There have been four films in the Alien series, plus two spin-off Aliens vs Predator films, which brought Scott's xenomorphs together with the extraterrestrial hunters spawned by John McTiernan in 1987. The prequel looks like it will be the first Alien film proper not to feature the iconic figure of Ellen Ripley, played by Sigourney Weaver. (http://www.theguardian.com/film/2009/jul/31/ridley-scott-alien-prequel)
  11. Carl Rinsch to helm '47 Ronin': Commercials director was loosely attached to 'Alien' prequel Carl Rinsch may not be directing the "Alien" prequel. But he's got a pretty good alternative.The commercials director, who had been loosely attached to the reboot of the sci-fi franchise, has landed the gig to helm "47 Ronin," the samurai pic that's set up at Universal with producers Scott Stuber and Pamela Abdy. "Ronin" centers on a group of 18th century samurai who set out to avenge the death of their master. Keanu Reeves is attached to star in the film. Chris Morgan, who counts "Fast & Furious" and "Wanted" among his writing credits, penned the screenplay. The CAA-repped Rinsch is the commercials wunderkind who made his name directing spots, many with futuristic themes, for the likes of Mercedes and Heineken.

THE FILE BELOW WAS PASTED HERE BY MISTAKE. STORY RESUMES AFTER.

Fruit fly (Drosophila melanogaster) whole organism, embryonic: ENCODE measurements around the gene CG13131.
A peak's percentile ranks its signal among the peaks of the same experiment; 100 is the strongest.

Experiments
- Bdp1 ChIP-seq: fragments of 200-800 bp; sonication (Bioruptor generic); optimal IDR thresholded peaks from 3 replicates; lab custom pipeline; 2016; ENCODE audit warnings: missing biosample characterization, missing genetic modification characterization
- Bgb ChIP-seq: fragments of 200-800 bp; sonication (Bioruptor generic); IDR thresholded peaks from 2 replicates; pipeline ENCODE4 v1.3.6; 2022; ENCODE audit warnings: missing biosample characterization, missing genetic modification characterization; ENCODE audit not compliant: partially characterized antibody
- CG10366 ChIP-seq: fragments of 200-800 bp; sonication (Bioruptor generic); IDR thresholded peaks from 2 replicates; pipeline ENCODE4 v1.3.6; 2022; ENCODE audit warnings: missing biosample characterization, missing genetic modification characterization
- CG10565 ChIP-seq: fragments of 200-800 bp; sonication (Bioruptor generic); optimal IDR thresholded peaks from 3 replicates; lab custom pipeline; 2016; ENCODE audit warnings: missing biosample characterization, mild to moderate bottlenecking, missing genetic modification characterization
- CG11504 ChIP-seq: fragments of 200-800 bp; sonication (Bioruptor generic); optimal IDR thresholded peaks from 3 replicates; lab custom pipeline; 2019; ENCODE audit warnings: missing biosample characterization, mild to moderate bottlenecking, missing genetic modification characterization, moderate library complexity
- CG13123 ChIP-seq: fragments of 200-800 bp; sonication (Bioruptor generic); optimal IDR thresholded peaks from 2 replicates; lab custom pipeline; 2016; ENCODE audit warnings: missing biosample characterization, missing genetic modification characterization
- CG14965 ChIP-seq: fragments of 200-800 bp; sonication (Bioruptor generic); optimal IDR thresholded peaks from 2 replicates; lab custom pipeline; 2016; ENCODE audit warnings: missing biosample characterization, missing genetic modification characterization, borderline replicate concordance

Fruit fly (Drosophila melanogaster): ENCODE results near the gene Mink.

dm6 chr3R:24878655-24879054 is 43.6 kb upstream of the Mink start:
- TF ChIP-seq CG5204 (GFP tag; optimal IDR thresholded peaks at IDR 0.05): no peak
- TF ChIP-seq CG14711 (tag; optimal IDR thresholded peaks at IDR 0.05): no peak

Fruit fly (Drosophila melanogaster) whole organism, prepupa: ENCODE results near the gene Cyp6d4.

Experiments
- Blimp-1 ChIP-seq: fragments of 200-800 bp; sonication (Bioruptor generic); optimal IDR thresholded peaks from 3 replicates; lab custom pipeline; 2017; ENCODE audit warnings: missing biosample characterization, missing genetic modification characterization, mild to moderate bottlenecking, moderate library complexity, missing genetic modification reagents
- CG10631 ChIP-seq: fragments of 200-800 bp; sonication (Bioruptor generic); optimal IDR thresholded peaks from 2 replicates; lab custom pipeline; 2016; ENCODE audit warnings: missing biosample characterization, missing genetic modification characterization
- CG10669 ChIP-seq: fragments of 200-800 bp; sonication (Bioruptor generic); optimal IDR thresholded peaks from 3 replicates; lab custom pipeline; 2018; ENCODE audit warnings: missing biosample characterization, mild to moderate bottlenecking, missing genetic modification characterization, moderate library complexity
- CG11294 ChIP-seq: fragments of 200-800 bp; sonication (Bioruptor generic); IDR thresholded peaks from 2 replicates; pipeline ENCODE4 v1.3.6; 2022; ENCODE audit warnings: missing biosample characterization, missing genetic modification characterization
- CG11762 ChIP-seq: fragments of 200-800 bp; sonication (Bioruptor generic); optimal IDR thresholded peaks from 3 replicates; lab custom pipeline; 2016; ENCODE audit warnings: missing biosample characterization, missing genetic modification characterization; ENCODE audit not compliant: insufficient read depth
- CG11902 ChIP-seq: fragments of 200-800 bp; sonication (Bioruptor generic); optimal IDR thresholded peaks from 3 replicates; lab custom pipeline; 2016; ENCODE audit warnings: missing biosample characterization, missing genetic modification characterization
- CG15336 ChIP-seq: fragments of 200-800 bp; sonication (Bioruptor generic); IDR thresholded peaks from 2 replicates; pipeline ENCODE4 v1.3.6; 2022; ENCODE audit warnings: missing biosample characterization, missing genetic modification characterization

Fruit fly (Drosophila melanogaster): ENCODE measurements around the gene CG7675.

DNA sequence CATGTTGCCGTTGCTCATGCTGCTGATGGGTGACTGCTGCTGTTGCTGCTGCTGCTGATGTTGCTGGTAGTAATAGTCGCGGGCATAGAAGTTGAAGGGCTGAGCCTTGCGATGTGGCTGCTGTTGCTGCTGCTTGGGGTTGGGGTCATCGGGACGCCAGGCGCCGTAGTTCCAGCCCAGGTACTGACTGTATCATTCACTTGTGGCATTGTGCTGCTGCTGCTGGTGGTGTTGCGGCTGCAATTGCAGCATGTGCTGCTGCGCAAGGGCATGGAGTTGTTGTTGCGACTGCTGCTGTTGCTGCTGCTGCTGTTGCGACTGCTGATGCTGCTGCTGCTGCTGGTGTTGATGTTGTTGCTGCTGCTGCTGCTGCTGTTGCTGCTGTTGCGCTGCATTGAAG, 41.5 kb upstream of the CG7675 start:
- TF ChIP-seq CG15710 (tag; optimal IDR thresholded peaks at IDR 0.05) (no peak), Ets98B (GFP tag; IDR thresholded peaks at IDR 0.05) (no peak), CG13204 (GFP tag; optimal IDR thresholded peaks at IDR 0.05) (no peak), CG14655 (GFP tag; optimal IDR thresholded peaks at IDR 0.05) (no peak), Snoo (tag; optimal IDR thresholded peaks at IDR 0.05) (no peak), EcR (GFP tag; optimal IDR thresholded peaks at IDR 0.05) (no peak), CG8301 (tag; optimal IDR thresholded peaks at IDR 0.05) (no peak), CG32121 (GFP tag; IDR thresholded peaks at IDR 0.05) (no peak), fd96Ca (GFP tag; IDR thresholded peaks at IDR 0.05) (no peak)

He had originally been reported as attached to "Alien," but reports later broke that Fox preferred Ridley Scott direct it himself (he had been on board only to produce). While there is no official word on "Alien," Rinsch now likely won't direct the prequel.
    Samurai tales were for decades a staple in Japan, where movies like Kobayashi's "Harikiri" and Kurosawa's "Sanshiro Sugata" and "Seven Samurai" became broad hits. In the U.S. their audience has often been limited to a more arthouse audience, though Hollywood tried most notably in 2003 with Ed Zwick's "The Last Samurai," a Tom Cruise starrer that earned $455 million globally.
    (http://screencrave.com/2009-06-09/alien-remake-ridley-scott-or-carl-erik-rinsch/ Novmber 17th 2009)